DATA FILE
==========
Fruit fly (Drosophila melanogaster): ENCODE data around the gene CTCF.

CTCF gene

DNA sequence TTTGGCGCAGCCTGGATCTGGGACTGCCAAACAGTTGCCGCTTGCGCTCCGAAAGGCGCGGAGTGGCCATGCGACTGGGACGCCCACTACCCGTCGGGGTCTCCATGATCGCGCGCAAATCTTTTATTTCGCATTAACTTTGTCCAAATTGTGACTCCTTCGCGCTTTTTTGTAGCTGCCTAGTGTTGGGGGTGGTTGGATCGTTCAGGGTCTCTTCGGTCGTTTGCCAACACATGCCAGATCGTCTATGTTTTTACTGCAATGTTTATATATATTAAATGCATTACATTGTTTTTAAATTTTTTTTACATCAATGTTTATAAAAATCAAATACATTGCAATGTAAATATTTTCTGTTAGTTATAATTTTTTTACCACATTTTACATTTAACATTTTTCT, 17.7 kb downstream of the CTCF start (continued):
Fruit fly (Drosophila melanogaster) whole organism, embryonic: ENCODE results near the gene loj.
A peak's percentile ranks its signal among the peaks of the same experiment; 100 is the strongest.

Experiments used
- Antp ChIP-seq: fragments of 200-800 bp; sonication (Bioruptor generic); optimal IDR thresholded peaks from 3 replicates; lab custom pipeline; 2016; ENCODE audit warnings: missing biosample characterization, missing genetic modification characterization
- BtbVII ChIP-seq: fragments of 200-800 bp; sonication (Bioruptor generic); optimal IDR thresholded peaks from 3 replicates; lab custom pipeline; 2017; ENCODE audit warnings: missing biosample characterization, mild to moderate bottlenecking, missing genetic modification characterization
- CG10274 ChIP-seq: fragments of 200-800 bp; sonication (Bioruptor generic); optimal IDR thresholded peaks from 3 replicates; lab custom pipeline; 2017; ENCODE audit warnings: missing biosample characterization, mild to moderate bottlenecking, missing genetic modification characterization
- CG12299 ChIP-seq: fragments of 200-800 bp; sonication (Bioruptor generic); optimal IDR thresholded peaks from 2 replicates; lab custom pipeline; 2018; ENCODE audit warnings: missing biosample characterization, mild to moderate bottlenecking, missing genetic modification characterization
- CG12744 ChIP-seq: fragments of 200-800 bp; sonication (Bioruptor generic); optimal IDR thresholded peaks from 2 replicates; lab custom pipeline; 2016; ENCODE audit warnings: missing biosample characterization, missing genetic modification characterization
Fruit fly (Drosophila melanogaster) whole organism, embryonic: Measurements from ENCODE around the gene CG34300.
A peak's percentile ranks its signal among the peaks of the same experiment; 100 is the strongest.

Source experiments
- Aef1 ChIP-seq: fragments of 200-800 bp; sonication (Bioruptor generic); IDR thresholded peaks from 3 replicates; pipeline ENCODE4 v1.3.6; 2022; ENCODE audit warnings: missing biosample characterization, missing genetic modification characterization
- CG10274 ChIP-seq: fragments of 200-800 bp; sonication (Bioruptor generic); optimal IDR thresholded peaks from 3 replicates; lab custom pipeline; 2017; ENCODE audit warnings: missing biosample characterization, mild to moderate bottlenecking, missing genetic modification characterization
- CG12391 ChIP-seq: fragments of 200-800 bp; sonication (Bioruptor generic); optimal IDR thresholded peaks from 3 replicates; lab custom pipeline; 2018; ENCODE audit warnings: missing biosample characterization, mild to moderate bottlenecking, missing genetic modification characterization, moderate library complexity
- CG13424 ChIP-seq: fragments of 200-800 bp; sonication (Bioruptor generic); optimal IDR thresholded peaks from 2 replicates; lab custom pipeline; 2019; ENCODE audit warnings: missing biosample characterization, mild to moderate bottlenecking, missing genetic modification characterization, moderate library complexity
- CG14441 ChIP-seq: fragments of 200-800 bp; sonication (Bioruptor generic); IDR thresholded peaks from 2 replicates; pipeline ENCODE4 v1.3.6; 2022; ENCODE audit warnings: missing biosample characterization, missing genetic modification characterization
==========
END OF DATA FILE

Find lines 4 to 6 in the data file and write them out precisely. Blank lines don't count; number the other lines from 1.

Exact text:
Fruit fly (Drosophila melanogaster) whole organism, embryonic: ENCODE results near the gene loj.
A peak's percentile ranks its signal among the peaks of the same experiment; 100 is the strongest.

Experiments used